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Flix at :48: 'Vengeance' takes itself too seriously

A poster for "Vengeance" features a collage of people including actor B.J. Novak wearing a headset, actor Issa Rae and several others. The background of the poster is a beige color that evokes a desert feel.
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B.J. Novak from the American TV series "The Office" (2005 - 2013) has written, directed and executive produced the new release "Vengeance" about a complacent, self-absorbed journalist in New York City who visits middle-of-nowhere Texas to attend the funeral of a girl he barely remembers hooking up with.

The funeral introduces the journalist to the dead girl's family of shallow-minded, bumpkin hicks who think the girl died of a mysterious murder and not the reported drug overdose. So the high-brow New Yorker decides to investigate this possible murder mystery and soon realizes it offers great material for a podcast series. Anyone who's hip with the times today knows nothing offers fame and fortune like a true crime podcast.

Don't ask me why this film's title is "Vengeance," because there's nothing hostile or rancorous about it. A more indicative title would probably be "Self-Righteous Analysis of Society Through Podcast or Invisible Humor." In an attempt to be a deadpan, comfortably relatable comedy layered with everyday wisdom, it ends up being a mundane timid indictment of urban civilization vs. rural life. ("Vengeance" tries to be relatable by building its story around topical things like podcasts, social media and the constant yearning for celebrity.)

I felt bored through so much of this film, because everyone's performance is so intently serious. Yes, much of the dialogue has jokes that are delivered through effective timing. But almost all the jokes come from the easiest and lowest hanging fruit possible, so nothing is surprising or special. Boyd Holbrook ("In the Shadow of the Moon," 2019) as a loud, emphatic, gun-loving cowboy appears to be the only one having any fun. It almost felt like B.J. Novak was directing the film by saying, "This is a serious message we're sending to the world, everyone. So don't play up the funny parts. Viewers need to know the depth of what we're showing them."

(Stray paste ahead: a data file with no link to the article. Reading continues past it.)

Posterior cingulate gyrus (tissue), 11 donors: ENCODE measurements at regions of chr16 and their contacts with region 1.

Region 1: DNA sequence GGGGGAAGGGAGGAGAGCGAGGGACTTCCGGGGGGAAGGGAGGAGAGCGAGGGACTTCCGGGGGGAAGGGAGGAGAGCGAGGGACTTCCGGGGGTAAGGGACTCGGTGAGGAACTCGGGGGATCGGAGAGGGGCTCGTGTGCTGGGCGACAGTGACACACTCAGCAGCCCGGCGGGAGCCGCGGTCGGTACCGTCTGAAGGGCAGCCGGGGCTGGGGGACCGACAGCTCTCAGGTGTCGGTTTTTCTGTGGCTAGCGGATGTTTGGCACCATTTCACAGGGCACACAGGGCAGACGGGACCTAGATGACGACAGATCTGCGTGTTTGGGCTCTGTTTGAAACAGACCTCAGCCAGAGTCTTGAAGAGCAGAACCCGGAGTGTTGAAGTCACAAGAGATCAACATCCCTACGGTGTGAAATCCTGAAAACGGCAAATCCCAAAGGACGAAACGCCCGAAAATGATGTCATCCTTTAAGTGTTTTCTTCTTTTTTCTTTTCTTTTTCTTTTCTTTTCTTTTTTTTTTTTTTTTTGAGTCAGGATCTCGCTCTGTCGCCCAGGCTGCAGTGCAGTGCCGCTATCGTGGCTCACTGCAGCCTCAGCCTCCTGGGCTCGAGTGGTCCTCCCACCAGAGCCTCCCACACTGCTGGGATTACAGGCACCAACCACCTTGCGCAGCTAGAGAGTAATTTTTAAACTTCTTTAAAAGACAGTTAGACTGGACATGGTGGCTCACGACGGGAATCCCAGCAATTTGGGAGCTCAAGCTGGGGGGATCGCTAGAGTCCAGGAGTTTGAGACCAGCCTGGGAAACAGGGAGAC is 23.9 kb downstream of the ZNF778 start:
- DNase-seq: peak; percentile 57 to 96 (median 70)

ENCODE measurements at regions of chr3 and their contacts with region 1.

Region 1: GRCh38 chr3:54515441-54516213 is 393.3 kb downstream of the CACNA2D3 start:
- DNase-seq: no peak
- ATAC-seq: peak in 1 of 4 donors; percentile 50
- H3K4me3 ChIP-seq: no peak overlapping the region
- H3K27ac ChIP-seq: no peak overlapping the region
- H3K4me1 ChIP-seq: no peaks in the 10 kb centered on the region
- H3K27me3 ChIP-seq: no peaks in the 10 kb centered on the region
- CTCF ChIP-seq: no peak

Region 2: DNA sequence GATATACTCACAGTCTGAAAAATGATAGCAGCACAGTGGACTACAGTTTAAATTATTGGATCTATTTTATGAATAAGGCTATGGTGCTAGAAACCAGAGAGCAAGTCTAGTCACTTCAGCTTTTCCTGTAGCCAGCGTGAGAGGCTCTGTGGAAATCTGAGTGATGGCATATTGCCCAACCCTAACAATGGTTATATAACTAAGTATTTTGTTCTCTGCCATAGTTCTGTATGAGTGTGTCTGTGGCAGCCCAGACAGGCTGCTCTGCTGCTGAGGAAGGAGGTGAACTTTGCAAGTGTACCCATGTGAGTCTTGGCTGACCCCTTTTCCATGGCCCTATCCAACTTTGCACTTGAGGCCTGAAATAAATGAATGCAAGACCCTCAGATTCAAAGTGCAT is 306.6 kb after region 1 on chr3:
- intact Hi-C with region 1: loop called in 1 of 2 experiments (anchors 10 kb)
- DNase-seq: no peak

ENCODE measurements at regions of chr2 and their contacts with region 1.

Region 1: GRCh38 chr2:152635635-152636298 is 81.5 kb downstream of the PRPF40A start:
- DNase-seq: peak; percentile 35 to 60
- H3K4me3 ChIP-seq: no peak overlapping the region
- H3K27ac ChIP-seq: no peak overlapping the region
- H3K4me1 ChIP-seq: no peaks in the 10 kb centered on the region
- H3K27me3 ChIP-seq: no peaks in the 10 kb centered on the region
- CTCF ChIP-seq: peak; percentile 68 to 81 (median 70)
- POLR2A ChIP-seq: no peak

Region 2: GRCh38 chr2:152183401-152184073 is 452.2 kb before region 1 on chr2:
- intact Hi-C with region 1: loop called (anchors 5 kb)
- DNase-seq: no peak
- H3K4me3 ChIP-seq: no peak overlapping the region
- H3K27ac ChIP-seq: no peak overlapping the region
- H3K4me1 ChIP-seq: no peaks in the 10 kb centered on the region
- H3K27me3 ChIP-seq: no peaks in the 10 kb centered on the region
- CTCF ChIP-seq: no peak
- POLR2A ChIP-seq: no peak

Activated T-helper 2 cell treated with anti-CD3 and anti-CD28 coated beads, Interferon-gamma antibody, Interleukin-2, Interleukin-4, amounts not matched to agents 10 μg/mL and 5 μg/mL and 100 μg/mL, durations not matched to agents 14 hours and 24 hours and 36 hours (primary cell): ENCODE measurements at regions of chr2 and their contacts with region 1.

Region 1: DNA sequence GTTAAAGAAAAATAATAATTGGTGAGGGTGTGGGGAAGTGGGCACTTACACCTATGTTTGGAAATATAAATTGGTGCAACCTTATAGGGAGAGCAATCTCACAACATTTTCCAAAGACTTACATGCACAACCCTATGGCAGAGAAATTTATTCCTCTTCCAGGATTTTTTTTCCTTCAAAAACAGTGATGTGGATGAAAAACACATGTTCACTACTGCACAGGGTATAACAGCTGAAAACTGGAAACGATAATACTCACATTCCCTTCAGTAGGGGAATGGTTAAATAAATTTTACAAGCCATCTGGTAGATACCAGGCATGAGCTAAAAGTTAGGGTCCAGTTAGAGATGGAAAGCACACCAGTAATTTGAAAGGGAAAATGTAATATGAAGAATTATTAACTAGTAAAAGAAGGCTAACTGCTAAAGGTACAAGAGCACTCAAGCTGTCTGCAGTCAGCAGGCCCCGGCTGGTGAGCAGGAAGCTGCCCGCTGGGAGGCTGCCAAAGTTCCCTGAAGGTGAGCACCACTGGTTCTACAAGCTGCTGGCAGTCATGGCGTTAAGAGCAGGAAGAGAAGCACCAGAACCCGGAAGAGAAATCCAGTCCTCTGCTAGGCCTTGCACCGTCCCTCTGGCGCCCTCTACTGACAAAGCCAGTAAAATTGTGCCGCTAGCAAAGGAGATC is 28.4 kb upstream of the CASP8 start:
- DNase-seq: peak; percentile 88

Using a podcast to highlight the cultural divides in our country, and then using a bland murder mystery to reveal deep human insight, is not a terrible idea. (Plenty of movies out there have worked with worse or less interesting ideas.) I just wish "Vengeance" was written with more authenticity and less of an affected, quietly proud intelligence. It felt somewhat like B.J. Novak tried hard to write something funny and accessible for the masses, but he couldn't get out of his own head filled with thoughts on Texas, media, the opioid crisis, conservative stereotypes and philosophies of life and death.

Casey T. Allen is a native of Utah who graduated from Utah State University with a Bachelor's degree in English in 2007. He has worked in many capacities throughout USU campus and enjoys his time at UPR to continually exercise his writing.